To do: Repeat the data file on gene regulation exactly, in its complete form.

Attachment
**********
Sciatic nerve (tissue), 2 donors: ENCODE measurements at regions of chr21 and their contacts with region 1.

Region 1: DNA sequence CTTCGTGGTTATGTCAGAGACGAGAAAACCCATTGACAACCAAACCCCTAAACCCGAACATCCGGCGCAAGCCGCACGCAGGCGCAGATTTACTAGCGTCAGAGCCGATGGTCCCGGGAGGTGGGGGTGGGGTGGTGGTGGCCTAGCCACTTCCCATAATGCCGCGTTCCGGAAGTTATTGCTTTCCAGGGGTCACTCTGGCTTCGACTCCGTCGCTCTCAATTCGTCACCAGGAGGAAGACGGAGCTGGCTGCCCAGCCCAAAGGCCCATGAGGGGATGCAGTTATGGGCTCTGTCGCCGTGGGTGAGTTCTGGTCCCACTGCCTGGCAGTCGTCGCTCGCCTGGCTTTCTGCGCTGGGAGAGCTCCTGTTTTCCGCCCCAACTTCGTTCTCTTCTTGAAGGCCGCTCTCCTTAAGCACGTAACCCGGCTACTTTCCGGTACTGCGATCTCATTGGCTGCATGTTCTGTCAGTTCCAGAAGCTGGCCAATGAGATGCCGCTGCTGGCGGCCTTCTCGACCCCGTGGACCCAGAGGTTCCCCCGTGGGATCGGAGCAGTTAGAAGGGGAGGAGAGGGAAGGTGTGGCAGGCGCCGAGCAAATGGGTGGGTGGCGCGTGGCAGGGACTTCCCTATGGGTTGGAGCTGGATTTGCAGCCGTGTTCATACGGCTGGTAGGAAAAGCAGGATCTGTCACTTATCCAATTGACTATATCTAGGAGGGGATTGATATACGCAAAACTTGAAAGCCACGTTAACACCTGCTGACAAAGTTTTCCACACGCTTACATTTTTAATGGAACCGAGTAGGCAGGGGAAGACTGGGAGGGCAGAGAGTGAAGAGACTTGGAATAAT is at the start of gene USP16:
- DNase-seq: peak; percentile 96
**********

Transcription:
Sciatic nerve (tissue), 2 donors: ENCODE measurements at regions of chr21 and their contacts with region 1.

Region 1: DNA sequence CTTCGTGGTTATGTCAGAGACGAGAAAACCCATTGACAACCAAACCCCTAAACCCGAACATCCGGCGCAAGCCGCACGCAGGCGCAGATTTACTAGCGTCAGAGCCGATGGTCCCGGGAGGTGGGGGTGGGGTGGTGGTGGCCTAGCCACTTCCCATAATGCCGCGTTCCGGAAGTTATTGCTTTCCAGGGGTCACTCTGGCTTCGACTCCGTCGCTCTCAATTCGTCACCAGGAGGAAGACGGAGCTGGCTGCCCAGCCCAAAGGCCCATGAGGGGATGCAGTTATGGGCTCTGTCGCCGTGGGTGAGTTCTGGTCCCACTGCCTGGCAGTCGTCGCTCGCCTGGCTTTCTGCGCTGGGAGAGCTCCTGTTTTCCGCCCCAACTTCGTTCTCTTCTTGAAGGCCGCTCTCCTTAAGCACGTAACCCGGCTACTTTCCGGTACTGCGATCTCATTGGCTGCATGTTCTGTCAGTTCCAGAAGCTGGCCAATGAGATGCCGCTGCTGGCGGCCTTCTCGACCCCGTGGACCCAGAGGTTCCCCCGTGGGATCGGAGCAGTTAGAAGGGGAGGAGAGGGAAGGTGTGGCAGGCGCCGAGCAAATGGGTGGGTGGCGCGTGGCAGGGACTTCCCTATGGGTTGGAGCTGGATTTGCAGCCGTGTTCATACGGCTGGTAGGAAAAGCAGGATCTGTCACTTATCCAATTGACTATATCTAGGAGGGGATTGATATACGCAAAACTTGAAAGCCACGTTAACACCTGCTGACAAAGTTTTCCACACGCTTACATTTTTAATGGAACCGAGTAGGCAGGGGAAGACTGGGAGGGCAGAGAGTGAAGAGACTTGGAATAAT is at the start of gene USP16:
- DNase-seq: peak; percentile 96